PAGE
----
Glasgow Daily Times, Glasgow, KY

Schools

September 28, 2011

Glasgow, Barren improve CCR scores

GLASGOW — The Kentucky Department of Education (KDE) released test scores for the state’s public school districts on Tuesday including No Child Left Behind (NCLB), Kentucky Core Content Tests (KCCT), College/Career Readiness (CCR) and Gap to Goal (GTG).

The results for five area school districts, Barren County, Caverna, Glasgow, Metcalfe County and Monroe County, will be examined in a series of articles this week. The first component that will be reviewed is College/Career Readiness.

In 2009, Senate Bill 1 called for schools and districts to improve the college and career readiness of their students by 50 percent by 2014.

At a meeting in August, KDE approved the following criteria for college/career readiness measures: College-Ready students must meet benchmarks on either ACT, COMPASS (a test used to determine skills and college placement) or the Kentucky Online Testing Program (KYOTE). Career-Ready students must meet benchmarks for: one career academic requirement [Armed Services Vocational Aptitude Battery (ASVAB) or ACT WorkKeys], and one career technical requirement [Kentucky Occupational Skill Standards Assessment System (KOSSA) or industry certificates], according to Lisa Gross, KDE spokesperson.

“Schools and districts may also receive bonus points for students who are prepared for both college and career. To be considered both college- and career-ready, students must meet benchmarks on ACT or COMPASS or KYOTE and benchmarks on KOSSA or industry certificates,” Gross said.

Among the five districts, three improved their percentages of CCR students compared to last year and two showed declines.

BARREN COUNTY

Barren County High School improved from 40 percent CCR graduates to 43 percent ready for college or career. If bonus points are added for the students who met criteria for both college and career readiness, the percent increases to 49. The district percentage, which also includes 32 additional students who attended BAVEL, the district’s virtual high school, and the College Street alternative campus, then shows increases of 41 and 47 percent respectively to last year.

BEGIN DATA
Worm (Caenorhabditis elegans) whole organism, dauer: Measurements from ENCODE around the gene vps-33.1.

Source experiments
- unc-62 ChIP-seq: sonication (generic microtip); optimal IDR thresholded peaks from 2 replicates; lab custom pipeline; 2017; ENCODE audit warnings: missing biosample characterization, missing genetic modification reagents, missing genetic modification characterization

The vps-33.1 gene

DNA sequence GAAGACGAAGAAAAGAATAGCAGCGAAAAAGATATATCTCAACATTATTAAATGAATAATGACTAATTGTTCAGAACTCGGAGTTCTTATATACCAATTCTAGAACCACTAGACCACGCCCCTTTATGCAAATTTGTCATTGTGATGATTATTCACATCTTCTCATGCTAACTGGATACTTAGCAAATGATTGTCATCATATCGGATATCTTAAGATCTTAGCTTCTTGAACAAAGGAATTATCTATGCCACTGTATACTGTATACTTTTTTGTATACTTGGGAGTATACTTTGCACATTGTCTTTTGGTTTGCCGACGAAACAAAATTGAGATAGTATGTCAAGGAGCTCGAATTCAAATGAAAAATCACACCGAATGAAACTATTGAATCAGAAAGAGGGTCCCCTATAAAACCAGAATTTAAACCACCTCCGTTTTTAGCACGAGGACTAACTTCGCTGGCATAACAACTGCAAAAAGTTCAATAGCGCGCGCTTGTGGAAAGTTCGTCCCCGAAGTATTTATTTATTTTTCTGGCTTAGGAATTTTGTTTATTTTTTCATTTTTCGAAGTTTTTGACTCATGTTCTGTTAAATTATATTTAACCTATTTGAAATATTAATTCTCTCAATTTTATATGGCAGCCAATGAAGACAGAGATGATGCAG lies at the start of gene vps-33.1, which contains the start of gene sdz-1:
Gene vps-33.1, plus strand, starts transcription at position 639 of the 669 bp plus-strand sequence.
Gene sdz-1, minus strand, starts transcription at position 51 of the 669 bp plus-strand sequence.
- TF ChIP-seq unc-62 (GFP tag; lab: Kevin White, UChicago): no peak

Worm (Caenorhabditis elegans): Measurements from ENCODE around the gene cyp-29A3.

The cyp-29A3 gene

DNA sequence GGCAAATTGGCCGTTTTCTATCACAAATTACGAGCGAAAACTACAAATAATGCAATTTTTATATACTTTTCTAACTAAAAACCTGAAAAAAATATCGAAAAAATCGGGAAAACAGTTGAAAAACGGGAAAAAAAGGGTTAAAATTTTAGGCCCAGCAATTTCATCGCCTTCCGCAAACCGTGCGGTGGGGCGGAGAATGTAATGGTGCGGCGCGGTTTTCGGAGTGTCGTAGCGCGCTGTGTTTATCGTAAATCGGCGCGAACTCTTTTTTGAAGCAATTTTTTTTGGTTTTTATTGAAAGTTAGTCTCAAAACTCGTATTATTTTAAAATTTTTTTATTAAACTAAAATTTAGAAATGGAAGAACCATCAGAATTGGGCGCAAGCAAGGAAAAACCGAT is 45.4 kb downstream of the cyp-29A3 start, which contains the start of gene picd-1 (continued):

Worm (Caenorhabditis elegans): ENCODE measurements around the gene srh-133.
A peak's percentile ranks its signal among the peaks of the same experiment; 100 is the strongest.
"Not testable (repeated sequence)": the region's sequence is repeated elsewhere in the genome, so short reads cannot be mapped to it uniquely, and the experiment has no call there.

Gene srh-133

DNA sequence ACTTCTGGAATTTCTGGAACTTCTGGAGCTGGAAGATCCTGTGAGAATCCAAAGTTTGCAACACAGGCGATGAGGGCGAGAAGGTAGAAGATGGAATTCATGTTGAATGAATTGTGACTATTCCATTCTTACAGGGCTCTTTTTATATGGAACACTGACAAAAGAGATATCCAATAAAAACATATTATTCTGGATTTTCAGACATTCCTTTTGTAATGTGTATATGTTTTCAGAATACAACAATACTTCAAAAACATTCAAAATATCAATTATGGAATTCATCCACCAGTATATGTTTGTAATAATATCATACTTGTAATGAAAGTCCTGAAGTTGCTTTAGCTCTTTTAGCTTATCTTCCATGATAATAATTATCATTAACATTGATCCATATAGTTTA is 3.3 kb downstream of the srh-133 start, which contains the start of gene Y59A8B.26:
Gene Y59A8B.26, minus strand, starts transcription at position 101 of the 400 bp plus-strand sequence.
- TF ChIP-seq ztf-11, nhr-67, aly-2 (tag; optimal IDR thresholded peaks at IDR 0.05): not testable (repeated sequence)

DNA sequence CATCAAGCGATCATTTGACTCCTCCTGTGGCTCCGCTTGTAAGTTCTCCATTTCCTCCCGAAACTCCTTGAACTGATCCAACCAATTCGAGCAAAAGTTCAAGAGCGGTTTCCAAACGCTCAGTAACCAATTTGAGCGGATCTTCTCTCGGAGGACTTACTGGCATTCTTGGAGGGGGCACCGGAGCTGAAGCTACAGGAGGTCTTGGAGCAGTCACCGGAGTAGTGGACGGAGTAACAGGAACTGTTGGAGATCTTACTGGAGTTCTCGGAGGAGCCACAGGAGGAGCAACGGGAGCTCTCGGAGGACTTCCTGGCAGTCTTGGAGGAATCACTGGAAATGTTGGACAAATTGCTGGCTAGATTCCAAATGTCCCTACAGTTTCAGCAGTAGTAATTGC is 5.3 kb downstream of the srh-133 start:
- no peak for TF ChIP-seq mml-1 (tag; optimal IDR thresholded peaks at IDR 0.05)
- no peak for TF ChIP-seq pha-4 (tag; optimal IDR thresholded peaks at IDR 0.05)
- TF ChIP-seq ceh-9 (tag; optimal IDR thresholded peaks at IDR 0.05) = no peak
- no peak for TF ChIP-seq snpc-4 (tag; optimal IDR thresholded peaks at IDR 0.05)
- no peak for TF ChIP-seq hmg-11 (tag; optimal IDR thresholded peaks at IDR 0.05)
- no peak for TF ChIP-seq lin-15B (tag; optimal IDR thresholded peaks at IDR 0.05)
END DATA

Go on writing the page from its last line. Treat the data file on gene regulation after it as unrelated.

Several factors contributed to Barren County’s increasing percentages, according to superintendent Bo Matthews.

“We recorded our highest ever ACT score of the entire junior class. We have a continued emphasis on college and career readiness with industry certification in our secondary programs,” he said. “This data confirms that our Early College Magnet along with our plethora of career and technical programs making an impact in our high school. Our students have embraced our efforts to improve rigor and relevance in all of our coursework. Our teachers continue to maximize the time that they spend instructing our students every day.”

The state-assigned CCR benchmark goal in 2014 for the Barren County school district is to have 70 percent of students ready for college and career. Does Matthews think that is a realistic number to achieve?

“Yes. Our target is to see a five percent increase in scores each year. That’s the challenge we have before us, we accept it and embrace for our students,” he said.

GLASGOW

INDEPENDENT

Glasgow High School improved from 36 percent college/career graduates in 2010 to 43 percent CCR and 49 percent CCR with bonus points this year. An additional 11 students attended the Success Academy, which gave the district overall percentages of 40 and 46 percent respectively.

Glasgow must increase the CCR percentage by another 19 points by 2014 to meet the goal set for the district by the state.

“Sixty-eight percent is attainable, but obviously greater growth must be obtained over the next couple of years,” said superintendent Sean Howard.

 He said school principals and teachers, along with instructional supervisors, are making the changes necessary to increase the number of graduates prepared for life after high school.

“Our growth can be attributed to a prescribed focus on such. Our instructional supervisor in conjunction with our principals and their PLCs (professional learning communities) are having meaningful dialogue and plans were put into action to carry out the plan. Our teachers are committed to making the necessary adjustments to propel us forward,” Howard said.

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